The CSI Effect: Playing in a Jury Room Near You?

Frank Housh

Social science continues to tell us that eyewitness testimony is flawed and is responsible for a lot of innocent people getting convicted.  In light of this increasing body of evidence, criminal defense attorneys have argued that absent expert testimony or procedural safeguards, such flawed eyewitness testimony should not be considered by a jury.  This issue came to a head in October 2011 when the United States Supreme Court granted cert in Perry v. New Hampshire.  I wrote about the issue in this journal then, and I write now to report on the Supreme Court’s January 11, 2012 decision.

forensic_scientist_john_manlove_gives_evidence_in__1511387819According to current law, eyewitness identification is the subject of a judicial hearing only when the state arranged the identification.  That is, if the witness identified the victim in a police lineup or photo array, the Court could exclude the identification on Constitutional grounds if the identification procedure was too suggestive.  The plaintiff in Perry v. New Hampshire asks, given what we know about the fallibility of eyewitness testimony, why shouldn’t the trial court screen all identifications including those in which the police had no involvement?  Such identifications are just as likely to be false as police-arranged ones.

The Supreme Court wasn’t buying it.  In an 8-1 decision, Justice Ginsburg held close to the principle of the supremacy of the jury as the determiner of facts.  A defendant is protected from unreliable eyewitness identification by a skilled defense attorney’s cross-examination and the common sense of a jury.  The testimony of jailhouse snitches is allowed despite their questionable reliability, the Court reasoned.  Jurors aren’t stupid.  The Court said:

The fallibility of eyewitness evidence does not, without the taint of improper state conduct, warrant a due process rule requiring a trial court to screen such evidence for reliability before allowing the jury to assess its creditworthiness.

Still, I sense the broader issue of science for the jury is still being developed.  I discussed the “CSI Effect” in writing in 2004, and this phenomenon has diminished not at all.  Forensic science programs proliferate at higher education institutions all over the United States and, to an increasing degree, jurors expect issues of fact to be presented with accompanying forensic proof.  If such proof is not forthcoming, they often regard the government’s case as “weak.”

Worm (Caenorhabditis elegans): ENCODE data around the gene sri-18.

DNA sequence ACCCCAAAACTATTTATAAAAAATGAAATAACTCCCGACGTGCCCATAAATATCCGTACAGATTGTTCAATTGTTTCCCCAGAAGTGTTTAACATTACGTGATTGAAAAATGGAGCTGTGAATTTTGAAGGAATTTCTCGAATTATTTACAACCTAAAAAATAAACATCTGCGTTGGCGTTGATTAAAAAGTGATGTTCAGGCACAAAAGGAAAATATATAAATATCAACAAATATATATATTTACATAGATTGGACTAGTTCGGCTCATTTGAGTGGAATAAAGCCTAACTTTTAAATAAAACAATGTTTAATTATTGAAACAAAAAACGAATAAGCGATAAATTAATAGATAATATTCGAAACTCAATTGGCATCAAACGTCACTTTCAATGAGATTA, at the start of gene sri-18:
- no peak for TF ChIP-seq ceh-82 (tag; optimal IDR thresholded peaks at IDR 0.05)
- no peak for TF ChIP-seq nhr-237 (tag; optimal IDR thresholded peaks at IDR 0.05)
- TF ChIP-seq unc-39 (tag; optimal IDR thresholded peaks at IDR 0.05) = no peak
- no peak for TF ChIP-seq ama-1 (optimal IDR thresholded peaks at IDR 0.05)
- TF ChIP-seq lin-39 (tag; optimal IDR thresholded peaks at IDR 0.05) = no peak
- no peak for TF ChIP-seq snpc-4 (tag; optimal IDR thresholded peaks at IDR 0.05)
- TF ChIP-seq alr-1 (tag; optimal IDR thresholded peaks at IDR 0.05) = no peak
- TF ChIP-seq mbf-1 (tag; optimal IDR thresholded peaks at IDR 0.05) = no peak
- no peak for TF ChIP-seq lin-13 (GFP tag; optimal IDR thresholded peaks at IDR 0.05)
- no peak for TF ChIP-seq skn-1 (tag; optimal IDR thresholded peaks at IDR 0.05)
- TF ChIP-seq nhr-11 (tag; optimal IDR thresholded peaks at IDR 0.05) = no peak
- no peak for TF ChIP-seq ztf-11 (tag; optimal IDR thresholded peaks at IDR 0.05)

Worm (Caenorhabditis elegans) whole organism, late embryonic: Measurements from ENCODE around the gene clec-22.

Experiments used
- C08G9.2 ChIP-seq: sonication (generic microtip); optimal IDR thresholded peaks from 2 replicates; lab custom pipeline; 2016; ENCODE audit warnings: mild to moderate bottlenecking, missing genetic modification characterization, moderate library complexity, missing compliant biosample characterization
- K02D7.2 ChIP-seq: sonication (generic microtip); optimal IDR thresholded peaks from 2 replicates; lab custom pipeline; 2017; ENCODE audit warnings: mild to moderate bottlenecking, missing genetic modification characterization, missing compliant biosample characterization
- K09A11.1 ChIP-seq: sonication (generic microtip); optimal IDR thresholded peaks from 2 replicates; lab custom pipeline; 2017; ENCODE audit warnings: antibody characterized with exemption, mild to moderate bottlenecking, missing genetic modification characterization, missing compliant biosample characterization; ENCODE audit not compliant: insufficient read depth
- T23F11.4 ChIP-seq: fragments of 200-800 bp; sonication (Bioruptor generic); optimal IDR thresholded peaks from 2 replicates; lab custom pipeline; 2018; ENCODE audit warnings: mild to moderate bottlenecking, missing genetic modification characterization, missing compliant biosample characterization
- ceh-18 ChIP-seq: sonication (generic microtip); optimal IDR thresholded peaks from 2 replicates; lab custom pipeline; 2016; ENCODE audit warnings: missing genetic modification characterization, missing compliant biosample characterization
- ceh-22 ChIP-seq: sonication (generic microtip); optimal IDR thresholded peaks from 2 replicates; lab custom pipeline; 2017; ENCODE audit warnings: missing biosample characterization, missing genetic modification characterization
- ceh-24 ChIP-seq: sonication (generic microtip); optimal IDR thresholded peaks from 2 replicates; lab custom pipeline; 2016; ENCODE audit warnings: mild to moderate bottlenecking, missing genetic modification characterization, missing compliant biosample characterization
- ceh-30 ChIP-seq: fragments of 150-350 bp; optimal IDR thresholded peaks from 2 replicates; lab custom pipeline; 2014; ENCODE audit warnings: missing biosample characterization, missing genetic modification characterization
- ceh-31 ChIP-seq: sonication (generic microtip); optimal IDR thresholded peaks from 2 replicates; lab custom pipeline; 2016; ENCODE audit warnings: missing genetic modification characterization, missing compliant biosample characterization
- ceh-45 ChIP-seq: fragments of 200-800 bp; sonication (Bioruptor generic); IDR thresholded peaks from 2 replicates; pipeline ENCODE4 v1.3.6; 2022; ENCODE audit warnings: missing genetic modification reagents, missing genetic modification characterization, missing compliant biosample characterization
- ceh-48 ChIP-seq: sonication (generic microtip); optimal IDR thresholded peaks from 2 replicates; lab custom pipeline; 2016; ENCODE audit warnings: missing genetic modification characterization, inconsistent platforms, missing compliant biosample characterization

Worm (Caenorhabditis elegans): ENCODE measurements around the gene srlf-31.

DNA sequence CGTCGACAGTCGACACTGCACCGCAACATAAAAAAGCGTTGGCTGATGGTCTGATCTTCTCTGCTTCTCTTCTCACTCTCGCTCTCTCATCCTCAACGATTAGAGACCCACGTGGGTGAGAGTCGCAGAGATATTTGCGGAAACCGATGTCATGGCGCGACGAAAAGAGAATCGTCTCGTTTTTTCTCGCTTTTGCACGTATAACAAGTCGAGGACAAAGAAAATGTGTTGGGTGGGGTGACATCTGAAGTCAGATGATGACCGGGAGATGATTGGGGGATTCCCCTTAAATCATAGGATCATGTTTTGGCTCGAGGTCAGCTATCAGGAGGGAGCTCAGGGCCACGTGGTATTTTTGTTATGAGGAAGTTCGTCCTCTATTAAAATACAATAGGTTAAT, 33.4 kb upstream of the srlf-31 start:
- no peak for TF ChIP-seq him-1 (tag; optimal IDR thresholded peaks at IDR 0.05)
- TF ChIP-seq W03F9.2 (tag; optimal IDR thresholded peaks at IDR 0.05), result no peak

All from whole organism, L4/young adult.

Marg-Helgenberger-CSI-Las-Vegas-9x04-Let-It-Bleed-csi-2537258-1707-2560Thus, prosecutors increasingly are allowed to present “scientific evidence” such as blood spatter patterns and footprint analysis to juries which are not merely immature disciplines, but junk science or even bald speculation.  Indeed, in 2009 no less an authority than the National Academy of Sciences published Strengthening Forensic Science in the United States: a Path Forward warning that “there are serious issues regarding the capacity and quality of the current forensic system; yet, courts continue to rely on forensic evidence without fully understanding and addressing the limitations of different forensic science disciplines.”

In Perry v. New Hampshire, the court had no use for science related to the fallibility of eyewitness testimony, as it regarded such issues squarely within the province of the jury.  Let’s hope it casts a similar critical eye when ruling on the veracity of other questionable science in the courtroom.


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